An inquiring mind (AKA: SLABBED reader) send an email asking, “Why is this not the biggest news in the Country right now?” Well, one answer could be that Lindsay Lohan’s trip to the pokey has dominated the news and BP isn’t blond. Another could be that the MSM was relucant to report, “A blogger has noticed that the oil giant altered a photograph of its Houston crisis room, cutting and pasting three underwater images into a wall of video feeds from remotely operated undersea vehicles”.
However, now that the Washington Post has the story, it’s legs are growing:
The altered photo is displayed prominently on the company’s Web site.
An enlarged version of the photograph reveals flaws in the editing job. One of the 10 images sticks down into the head of one of the people sitting in front of the wall, while another piece of the image is separated from the other side of the head by jagged white space. The right side of the same image also hangs down below the area on which the video feeds were projected.
John Aravosis pointed out the alterations Monday evening on his Americablog.com and observed, “I guess if you’re doing fake crisis response, you might as well fake a photo of the crisis response center.” The photo doctoring comes as BP has promised transparency in a bid to regain the public’s trust.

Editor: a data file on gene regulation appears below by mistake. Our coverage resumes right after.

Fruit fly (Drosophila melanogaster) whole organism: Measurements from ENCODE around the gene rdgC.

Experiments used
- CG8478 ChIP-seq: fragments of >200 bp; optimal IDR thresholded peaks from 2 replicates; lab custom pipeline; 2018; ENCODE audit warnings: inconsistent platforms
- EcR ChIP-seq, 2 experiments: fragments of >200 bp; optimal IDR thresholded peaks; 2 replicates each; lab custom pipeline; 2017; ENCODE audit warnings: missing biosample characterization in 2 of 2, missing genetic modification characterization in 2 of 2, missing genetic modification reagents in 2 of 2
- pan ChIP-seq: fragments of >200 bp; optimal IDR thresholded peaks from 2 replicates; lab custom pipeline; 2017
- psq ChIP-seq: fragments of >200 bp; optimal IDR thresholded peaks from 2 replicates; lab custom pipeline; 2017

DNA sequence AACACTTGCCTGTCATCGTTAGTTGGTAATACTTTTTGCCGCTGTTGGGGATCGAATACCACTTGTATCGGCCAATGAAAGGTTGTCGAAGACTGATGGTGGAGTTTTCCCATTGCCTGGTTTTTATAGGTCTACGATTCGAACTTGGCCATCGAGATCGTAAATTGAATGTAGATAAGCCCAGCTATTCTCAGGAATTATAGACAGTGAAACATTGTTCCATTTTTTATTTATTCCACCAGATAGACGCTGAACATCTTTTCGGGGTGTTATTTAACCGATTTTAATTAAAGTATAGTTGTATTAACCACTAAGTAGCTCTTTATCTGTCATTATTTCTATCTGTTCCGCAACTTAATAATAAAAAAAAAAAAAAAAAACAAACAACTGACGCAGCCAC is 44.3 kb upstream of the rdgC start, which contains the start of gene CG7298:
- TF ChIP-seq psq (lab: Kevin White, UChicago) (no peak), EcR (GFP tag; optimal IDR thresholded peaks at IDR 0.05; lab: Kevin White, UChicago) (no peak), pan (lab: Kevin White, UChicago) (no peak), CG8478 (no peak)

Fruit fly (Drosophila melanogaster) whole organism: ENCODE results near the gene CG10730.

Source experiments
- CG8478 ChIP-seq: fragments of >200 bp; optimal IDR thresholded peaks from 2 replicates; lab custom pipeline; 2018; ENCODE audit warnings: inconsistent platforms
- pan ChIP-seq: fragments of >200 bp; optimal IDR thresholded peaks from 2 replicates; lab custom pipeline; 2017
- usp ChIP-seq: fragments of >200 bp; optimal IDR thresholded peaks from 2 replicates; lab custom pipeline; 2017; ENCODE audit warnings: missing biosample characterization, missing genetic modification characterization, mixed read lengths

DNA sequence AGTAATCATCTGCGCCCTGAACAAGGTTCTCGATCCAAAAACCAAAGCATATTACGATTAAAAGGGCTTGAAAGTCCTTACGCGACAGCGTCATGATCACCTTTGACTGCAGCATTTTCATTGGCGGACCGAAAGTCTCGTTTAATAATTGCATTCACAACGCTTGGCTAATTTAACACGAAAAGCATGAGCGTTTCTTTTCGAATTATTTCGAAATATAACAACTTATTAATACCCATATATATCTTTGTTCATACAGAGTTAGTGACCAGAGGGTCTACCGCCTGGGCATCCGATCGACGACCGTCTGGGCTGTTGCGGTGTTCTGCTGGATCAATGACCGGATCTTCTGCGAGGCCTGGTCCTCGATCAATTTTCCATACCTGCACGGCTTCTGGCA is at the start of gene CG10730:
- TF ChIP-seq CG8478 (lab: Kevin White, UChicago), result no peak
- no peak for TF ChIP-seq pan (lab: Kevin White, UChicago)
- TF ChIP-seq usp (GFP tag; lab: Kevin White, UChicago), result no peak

My well-intentioned brother-in-law once used photoshop to trim down a rather plump young family friend whose size was even more pronounced in a group shot of my daughter and similarly slim college friends. Amazingly, she looked at the finished product and exclaimed, “OMG, I look anorexic!” IOW, not everyone appreciates the courtesy of a photoshop-altered reality as Wa-Po points out:
Scott Dean, a spokesman for BP, said that there was nothing sinister in the photo alteration and provided the original unaltered version. He said that a photographer working for the company had inserted the three images in spots where the video screens were blank.
“Normally we only use Photoshop for the typical purposes of color correction and cropping,” Dean said in an e-mail. “In this case they copied and pasted three ROV screen images in the original photo over three screens that were not running video feeds at the time.”
Dean said BP usually has a couple remotely operated vehicles on the surface at any given time for maintenance.
“We will replace the Photoshopped version currently on bp.com with the original image tonight,” he added. “We’ve instructed our post-production team to refrain from doing this in the future.”
So, that’s the story – for now!